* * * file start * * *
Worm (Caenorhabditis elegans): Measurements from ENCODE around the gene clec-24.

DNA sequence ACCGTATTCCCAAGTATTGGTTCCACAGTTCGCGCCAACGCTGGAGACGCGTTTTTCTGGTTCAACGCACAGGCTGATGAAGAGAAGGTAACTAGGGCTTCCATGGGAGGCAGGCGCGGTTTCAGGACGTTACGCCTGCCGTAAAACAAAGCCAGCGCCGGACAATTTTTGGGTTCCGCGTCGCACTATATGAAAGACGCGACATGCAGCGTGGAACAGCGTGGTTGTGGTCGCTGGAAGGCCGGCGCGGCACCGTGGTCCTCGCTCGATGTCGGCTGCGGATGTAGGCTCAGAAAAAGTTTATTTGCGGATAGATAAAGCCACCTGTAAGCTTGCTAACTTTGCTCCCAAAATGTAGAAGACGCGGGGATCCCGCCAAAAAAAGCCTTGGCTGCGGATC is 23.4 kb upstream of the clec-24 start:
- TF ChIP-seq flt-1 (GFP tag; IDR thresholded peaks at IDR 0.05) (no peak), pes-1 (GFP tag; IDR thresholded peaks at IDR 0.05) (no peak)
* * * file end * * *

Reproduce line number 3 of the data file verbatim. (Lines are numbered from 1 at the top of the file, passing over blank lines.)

- TF ChIP-seq flt-1 (GFP tag; IDR thresholded peaks at IDR 0.05) (no peak), pes-1 (GFP tag; IDR thresholded peaks at IDR 0.05) (no peak)